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Soil Fertility Recovery at the Kara River Basin (Togo, West Africa): Local Solutions at the Interface of Climate and Land Use Change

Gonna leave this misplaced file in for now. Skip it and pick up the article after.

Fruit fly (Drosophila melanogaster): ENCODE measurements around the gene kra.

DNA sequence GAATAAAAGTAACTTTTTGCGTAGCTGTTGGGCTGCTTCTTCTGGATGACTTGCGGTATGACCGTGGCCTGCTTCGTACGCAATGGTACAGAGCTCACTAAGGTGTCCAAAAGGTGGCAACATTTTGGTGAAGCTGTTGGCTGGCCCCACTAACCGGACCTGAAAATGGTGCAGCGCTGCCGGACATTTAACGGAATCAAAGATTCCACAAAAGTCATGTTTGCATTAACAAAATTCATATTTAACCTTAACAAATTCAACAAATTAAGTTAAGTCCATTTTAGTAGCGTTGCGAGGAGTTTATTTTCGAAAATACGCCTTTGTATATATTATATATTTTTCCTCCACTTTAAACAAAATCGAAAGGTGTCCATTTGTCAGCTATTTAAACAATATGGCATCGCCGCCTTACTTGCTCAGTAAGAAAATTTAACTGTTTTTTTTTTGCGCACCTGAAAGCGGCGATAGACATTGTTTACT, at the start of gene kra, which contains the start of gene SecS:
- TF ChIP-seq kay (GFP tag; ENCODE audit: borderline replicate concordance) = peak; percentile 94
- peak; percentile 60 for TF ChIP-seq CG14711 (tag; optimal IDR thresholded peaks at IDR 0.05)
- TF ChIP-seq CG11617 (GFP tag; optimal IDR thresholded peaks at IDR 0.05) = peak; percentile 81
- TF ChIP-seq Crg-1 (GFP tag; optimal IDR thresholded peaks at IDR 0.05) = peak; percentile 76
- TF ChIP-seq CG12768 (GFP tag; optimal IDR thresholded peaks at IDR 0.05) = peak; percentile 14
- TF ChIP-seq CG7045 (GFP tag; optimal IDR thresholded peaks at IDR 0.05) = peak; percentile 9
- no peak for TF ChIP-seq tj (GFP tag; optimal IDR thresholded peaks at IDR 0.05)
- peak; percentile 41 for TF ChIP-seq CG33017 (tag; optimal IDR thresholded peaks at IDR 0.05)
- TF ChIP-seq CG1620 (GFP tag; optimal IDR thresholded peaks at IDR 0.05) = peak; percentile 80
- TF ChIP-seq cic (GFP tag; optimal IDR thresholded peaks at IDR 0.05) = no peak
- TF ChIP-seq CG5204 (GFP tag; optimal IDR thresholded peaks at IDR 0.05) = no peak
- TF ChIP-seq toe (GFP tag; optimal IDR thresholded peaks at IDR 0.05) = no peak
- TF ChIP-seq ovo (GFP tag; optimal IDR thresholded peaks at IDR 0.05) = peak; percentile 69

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Degrading soils reduce the tolerance to a variable and changing climate; managing soil fertility is key to climate change adaptation. Rural communities of the Kara River Basin in Togo see soil and climate issues as closely linked. To identify local solutions to adapt to climate and land-use-change-induced soil fertility decline, this study employed semi-structured questionnaire interviews with 436 respondents (farming households) from 38 selected villages in the river basin, focus group discussions, and key informant interviews coupled with transect-walks in the landscape. Data were analysed using descriptive statistics through IBM IPSS version 25 and MS EXCEL 2016, and triangulation methods to verify results. The local solutions farmers mentioned beyond chemical fertilizers, were dominated by natural solutions such as: fallowing (53%), mixed farming (50%), composting (45%), contour cropping (43%), mulching (28%), agroforestry (8%), and (other) biological fertilizers (7%). All these solutions were rated 8.5 and 9 on a scale of 10 by farmers in terms of performance in improving soil fertility and increasing yields, respectively. The study concluded that local nature-based solutions as such are preferred by farmers and present huge potential to combat the soil fertility loss in existing land use in the basin that is aggravated by climate change. Such solutions should be prioritized for testing if rural households are to increase resilience vis-a-vis global environmental changes.

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